| By Rob Tims |
THE discovery of oil off the coast of Ghana in 2007 – and subsequent hydrocarbon finds in Uganda, Kenya, Tanzania and Mozambique – sparked an exuberant international response, with oil and gas investors and companies initially flocking to what many saw as a new frontier for the energy industry.
The excitement was understandable. The oil and gas finds in Mozambique had the potential to increase its GDP five-fold by 2040. Ghana’s economy, too, was being transformed. Commodity prices were booming and the ‘Africa Rising’ narrative that was taking hold across the world was changing investor perceptions.
Nine years on with the oil price having been more than halved, and the enthusiasm of those early days has faded somewhat. While there have been significant successes in oil and gas exploration in Africa, many of the discoveries have yet to make it into production. Ghana is the one notable exception where discoveries are now generating revenues for the country.
Africa’s ‘above ground’ risks, such as political complexity, insecurity, fiscal instability and regulatory change put the continent at a distinct disadvantage compared to established markets. When the oil price is high, and capital abundant, investors are able to balance these risks with the potential of outsized returns. However, at low oil prices, many investors look for less risky geographies to commit their scarce capital.
Yet for some reason the low oil price environment has not yet brought about a realisation for the need to create a more collaborative and investment-friendly environment in Africa, one that will benefit both host governments and industry players. When prices were at USD100 a barrel, some governments (particularly those new to oil) were lulled into a false sense of security and assumed they had the upper hand in negotiating inward investment. Today, with little movement on things like licence terms – which in many cases just don’t work in a low price world – the pace of investment in oil and gas has continued to slow.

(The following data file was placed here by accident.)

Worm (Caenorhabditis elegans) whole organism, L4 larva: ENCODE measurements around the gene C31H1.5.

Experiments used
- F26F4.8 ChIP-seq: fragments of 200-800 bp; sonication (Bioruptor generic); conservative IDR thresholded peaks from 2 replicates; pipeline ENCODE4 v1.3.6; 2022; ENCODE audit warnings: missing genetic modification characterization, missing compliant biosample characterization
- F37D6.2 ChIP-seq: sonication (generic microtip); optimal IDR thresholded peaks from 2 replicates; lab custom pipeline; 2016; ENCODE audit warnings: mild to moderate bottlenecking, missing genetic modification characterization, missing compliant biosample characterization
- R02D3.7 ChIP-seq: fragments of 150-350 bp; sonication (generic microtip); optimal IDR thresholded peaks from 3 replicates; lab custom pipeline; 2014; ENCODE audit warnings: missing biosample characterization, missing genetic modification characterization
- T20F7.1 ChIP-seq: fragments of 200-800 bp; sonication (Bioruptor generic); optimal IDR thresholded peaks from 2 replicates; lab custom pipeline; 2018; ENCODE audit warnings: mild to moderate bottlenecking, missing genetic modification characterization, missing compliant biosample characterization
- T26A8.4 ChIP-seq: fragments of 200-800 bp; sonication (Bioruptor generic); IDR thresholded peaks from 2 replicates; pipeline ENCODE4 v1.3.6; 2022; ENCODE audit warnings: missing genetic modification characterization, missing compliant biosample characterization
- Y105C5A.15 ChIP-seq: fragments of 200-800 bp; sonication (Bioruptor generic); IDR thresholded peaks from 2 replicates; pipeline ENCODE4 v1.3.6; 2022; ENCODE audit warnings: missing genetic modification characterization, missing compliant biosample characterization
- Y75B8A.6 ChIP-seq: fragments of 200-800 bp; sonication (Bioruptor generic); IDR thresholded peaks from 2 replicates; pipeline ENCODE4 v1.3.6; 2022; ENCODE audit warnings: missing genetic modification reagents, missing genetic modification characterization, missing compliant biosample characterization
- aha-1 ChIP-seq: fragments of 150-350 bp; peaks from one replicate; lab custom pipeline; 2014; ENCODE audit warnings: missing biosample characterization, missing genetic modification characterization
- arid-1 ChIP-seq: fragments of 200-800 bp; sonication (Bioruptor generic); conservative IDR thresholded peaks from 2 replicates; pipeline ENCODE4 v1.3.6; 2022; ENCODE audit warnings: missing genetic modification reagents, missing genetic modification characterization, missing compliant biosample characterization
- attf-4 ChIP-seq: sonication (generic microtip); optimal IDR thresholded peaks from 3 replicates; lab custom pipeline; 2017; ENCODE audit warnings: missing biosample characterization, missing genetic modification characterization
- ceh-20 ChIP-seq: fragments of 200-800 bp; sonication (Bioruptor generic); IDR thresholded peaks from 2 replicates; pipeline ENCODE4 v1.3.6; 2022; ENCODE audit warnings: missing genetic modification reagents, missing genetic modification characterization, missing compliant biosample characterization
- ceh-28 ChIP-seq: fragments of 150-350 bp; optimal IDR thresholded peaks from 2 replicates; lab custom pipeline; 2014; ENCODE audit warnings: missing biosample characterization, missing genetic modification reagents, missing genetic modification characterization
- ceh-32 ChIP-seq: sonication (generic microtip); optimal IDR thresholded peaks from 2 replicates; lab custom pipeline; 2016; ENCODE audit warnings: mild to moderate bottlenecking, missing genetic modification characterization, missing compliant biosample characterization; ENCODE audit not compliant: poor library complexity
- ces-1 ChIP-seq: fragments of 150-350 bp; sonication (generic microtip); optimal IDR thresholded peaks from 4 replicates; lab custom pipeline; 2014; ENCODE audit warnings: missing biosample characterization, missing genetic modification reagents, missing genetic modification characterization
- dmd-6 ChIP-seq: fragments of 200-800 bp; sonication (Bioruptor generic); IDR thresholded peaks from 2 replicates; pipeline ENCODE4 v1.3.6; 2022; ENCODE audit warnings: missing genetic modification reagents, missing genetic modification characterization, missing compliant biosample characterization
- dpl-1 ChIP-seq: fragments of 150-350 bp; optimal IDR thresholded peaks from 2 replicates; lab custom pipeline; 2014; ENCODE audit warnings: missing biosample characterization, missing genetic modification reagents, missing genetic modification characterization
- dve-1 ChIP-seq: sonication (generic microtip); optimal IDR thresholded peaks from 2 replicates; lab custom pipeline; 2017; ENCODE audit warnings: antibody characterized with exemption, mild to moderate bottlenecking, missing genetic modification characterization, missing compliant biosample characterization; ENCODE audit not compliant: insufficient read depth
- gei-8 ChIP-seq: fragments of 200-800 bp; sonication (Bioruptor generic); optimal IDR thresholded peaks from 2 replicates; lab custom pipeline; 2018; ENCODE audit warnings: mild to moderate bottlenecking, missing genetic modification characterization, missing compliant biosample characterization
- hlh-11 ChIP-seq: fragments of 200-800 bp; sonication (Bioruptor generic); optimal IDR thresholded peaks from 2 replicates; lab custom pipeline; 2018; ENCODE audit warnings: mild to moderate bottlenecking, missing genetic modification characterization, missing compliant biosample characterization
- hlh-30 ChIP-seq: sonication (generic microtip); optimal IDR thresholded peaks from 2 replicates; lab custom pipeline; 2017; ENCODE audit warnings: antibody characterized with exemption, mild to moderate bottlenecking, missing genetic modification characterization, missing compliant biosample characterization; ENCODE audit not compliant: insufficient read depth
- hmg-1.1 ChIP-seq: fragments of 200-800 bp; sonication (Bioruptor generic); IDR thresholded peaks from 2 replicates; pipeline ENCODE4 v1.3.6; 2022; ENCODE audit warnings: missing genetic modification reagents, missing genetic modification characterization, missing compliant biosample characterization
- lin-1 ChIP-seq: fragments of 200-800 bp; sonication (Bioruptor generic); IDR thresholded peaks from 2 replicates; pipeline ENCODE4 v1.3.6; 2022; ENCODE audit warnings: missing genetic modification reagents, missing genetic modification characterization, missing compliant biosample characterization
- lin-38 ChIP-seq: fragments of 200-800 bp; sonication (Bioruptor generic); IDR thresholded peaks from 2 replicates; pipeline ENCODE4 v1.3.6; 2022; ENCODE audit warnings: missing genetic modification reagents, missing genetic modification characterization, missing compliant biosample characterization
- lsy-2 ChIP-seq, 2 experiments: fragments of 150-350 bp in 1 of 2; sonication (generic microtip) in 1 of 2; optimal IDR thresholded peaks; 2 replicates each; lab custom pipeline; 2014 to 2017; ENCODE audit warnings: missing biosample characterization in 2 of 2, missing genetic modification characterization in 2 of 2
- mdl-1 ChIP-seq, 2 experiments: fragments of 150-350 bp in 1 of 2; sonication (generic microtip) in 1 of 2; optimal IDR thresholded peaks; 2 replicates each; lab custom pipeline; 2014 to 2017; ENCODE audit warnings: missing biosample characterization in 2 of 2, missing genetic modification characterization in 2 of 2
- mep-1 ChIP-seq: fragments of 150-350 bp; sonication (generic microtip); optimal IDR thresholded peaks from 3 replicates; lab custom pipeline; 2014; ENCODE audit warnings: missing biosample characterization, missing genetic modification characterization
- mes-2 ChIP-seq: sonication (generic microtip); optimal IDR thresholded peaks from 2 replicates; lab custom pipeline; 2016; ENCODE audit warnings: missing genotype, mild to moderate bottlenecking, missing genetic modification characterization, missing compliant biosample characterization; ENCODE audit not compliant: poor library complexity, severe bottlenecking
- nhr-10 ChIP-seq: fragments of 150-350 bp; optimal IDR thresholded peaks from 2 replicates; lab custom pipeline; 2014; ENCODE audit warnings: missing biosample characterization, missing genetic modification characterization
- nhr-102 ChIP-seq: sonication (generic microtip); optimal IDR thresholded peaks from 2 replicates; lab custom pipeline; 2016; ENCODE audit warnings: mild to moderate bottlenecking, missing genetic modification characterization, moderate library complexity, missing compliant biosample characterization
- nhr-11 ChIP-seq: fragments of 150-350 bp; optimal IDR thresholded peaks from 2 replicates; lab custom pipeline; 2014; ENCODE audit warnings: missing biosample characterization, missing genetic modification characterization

With the low oil price looking to persist for the foreseeable future there now is an even more pressing need for African governments to do what is necessary to make the investment climate as conducive as possible.
Despite these tough times in the market and continued regulatory obstacles, there are some companies out there that see this as an ideal time to invest in Africa, such as Dallas-based Rhino Resources. These companies are taking advantage of the low oil price environment to aggressively build a portfolio of high quality frontier exploration assets through direct negotiation with host Governments.
Governments need to recognize that new entrants like Rhino represent the future of oil and gas exploration in Africa and. do everything possible to welcome them. Leaving acreage with terms that only work at USD100 a barrel in the hands of companies without access to capital isn’t going to contribute to the growth of Africa’s economies or benefit its people.
This is the fourth oil price slump I have witnessed in my career. The timing of the recovery is unclear, but when it does happen, and the dust settles, the winners in Africa will be the countries that were able to attract investment dollars despite the downturn while the losers will be those inflexible destinations who stuck to the old rules that worked in a USD100 a barrel world.
Africa’s nations need to use this time to secure their position among the winners by creating a robust investment environment, avoiding the ‘feast and famine’ scenario that all too often accompanies oil price cycles.
About the Author: Rob Tims is Chief Financial Officer for Rhino Resources, a privately owned early stage oil and gas exploration company focused on Africa. A 25-year veteran of the oil and gas industry who has advised a number of landmark transactions in Africa, Tims’ experience spans operations, finance, banking and consulting.
— Oct 31, 2016 @ 18:30 GMT